I researched an area of electronics and decided to use a solution that I was taught to use 30++ years ago. At that time there was no technical justification for using electros in this way but I knew it worked, was safe and a valid way to create an NP cap.

I appreciate your very valid input to the discussion and your suggested repair method is certainly the way to go for repairs to existing boards. I ALWAYS advocate repairing original boards where possible rather than simply replacing. Interestingly, almost all of the replacements I have sold have gone into machines where the original board is missing or into new builds such as Wally's brilliant "ground up" AFM build (I wouldn't have the patience for a project like that).

#40 3 years ago

Hey Mike (Homepin)
Thanks for the nice compliment.
Big thanks to you from me and all the others that have scratch built AFM's and use your Strobe Board. Sweet design!
Wally

2 weeks later
#41 3 years ago

Tried my second Pinbits strobe and that didn't work either, even though the stock one still does. I'm guessing I need the bigger caps in my strobe board? Would it be the lack of a charge strong enough to light the strobe?

I'm not versed enough in electronics theory to understand this, but I know it's not a cable or strobe problem since the original works.

#42 3 years ago
Quoted from beelzeboob:

Tried my second Pinbits strobe and that didn't work either, even though the stock one still does. I'm guessing I need the bigger caps in my strobe board? Would it be the lack of a charge strong enough to light the strobe?
I'm not versed enough in electronics theory to understand this, but I know it's not a cable or strobe problem since the original works.

Sometimes the trigger needs replacing. Little blue rectangular box with super-thin leads.

#43 3 years ago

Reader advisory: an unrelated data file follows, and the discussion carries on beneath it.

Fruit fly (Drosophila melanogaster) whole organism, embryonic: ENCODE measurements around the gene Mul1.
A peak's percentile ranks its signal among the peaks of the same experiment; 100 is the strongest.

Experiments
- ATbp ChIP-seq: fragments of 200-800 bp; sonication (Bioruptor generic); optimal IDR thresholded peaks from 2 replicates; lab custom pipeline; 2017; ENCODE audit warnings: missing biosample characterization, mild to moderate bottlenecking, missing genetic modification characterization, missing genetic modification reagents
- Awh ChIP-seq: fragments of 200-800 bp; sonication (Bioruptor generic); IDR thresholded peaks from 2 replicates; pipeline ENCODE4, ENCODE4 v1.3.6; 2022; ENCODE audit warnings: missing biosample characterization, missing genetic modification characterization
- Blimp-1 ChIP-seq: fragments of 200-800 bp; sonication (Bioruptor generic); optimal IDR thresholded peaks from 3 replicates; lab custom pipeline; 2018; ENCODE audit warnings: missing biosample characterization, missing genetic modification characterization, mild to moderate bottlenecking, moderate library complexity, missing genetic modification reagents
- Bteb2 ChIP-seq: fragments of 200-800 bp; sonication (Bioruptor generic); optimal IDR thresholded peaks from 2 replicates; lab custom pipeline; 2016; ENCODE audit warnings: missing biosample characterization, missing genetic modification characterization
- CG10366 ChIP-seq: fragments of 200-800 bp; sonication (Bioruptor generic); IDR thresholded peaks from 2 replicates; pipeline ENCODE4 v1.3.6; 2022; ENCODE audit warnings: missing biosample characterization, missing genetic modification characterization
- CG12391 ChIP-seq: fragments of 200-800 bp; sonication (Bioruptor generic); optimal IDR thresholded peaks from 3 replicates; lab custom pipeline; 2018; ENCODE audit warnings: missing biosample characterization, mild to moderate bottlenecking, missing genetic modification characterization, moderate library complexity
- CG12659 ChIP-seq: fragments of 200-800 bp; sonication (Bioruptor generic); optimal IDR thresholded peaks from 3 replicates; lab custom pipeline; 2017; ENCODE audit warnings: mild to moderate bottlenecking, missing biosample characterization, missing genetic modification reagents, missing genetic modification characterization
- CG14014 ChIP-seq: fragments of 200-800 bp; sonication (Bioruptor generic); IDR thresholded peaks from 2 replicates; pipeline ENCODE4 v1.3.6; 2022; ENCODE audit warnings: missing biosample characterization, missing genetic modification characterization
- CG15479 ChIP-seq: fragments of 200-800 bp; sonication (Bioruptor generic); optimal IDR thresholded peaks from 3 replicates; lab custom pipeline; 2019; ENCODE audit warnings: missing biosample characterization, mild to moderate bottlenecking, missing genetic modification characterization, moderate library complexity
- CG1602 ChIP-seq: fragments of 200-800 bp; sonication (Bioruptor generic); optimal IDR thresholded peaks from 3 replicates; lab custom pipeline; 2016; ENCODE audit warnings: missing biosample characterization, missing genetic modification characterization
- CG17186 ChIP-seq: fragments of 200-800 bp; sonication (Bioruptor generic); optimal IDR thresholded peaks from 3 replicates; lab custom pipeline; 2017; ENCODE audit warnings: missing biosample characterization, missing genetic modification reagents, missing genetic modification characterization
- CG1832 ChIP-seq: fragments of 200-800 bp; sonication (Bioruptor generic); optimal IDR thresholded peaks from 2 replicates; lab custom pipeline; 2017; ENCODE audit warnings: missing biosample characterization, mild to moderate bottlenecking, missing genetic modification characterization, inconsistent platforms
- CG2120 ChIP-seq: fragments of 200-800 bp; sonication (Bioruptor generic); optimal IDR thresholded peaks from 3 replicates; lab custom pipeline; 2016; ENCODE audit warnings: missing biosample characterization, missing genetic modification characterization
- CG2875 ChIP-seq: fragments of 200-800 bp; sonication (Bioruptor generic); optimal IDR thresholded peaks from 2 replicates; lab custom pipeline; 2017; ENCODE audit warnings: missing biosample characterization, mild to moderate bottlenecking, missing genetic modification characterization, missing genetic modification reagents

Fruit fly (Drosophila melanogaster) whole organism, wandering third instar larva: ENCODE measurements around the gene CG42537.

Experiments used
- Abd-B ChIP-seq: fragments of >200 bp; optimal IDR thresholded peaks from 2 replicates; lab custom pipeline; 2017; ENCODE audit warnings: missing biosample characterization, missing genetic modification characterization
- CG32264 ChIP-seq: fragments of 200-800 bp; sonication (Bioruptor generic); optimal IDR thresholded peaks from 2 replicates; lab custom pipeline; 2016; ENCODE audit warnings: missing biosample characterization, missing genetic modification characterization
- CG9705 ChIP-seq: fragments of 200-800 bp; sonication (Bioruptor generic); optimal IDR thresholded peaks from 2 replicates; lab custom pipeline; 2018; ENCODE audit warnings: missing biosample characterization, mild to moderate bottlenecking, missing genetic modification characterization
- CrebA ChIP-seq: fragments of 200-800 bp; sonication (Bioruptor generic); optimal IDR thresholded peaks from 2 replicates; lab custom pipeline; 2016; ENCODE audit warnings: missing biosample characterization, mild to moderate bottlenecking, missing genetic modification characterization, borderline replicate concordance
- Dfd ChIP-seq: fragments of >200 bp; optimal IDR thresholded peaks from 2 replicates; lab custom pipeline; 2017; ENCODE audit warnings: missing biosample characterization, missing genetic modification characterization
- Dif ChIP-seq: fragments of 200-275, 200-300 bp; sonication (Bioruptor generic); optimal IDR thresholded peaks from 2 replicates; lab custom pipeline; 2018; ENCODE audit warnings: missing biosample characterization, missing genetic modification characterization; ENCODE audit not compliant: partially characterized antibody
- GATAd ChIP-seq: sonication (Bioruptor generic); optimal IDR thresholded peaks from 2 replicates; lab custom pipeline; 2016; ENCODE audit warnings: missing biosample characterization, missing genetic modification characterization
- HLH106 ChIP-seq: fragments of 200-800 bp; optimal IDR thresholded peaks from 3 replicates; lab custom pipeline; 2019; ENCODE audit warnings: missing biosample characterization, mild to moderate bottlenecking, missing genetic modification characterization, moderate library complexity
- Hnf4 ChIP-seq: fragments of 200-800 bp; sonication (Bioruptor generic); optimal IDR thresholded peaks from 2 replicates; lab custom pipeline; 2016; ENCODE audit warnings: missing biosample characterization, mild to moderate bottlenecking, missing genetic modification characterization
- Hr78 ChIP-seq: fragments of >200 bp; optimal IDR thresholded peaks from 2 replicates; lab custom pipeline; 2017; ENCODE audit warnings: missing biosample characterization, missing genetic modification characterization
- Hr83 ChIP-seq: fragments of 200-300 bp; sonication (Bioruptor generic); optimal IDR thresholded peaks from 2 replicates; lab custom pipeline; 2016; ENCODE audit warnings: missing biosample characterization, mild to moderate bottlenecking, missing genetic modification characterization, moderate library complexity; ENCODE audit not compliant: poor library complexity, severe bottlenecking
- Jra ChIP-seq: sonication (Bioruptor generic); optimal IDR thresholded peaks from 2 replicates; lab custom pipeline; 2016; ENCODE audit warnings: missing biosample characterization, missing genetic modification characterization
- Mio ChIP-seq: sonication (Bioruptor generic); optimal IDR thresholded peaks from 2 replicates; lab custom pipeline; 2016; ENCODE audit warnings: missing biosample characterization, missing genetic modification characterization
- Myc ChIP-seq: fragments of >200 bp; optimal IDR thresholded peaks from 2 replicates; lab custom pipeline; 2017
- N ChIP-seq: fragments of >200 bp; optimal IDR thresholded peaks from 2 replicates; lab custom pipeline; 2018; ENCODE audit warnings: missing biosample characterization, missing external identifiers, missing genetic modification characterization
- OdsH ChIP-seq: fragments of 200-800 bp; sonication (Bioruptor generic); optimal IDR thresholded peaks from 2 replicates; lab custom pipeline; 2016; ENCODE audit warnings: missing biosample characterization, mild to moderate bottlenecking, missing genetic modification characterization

Can you provide a link to that part? I'm assuming I can get it at GPE? And if someone can post a link to the correct upgraded caps and/or diodes I'd appreciate it greatly.

#44 3 years ago
Quoted from beelzeboob:

Can you provide a link to that part? I'm assuming I can get it at GPE? And if someone can post a link to the correct upgraded caps and/or diodes I'd appreciate it greatly.

It's in the stobe board kit, and separately:

https://www.pinbits.com/index.php?main_page=product_info&products_id=214

https://www.pinbits.com/index.php?main_page=product_info&products_id=213

4 weeks later
#45 3 years ago
Quoted from yonkiman:

OK, here's the *practical* how-to guide to replacing the NP (Non-Polarized) 100uF caps on your AFM strobe board with readily-available Polarized 100uF/250V electrolytics.
- Order 2 (or 4) 100uF/250V axial capacitors. You probably only really need replacements for the 2 NP caps, but I replaced all 4 since the game's 20 years old and I don't want to have to go back in the strobe box anytime soon. I bought these: https://www.digikey.com/product-detail/en/illinois-capacitor/107TTA250M/1572-1310-ND/5410816, but any 100uF/250V axial cap from a reputable manufacturer should work fine. Also you'll need two 1N4004 diodes (https://www.digikey.com/product-detail/en/fairchild-semiconductor/1N4004/1N4004FSCT-ND/1626118 if you don't already have them on hand.
- Make sure your AFM is powered off. The high voltages in the strobe board will discharge in less than a minute after it's turned off.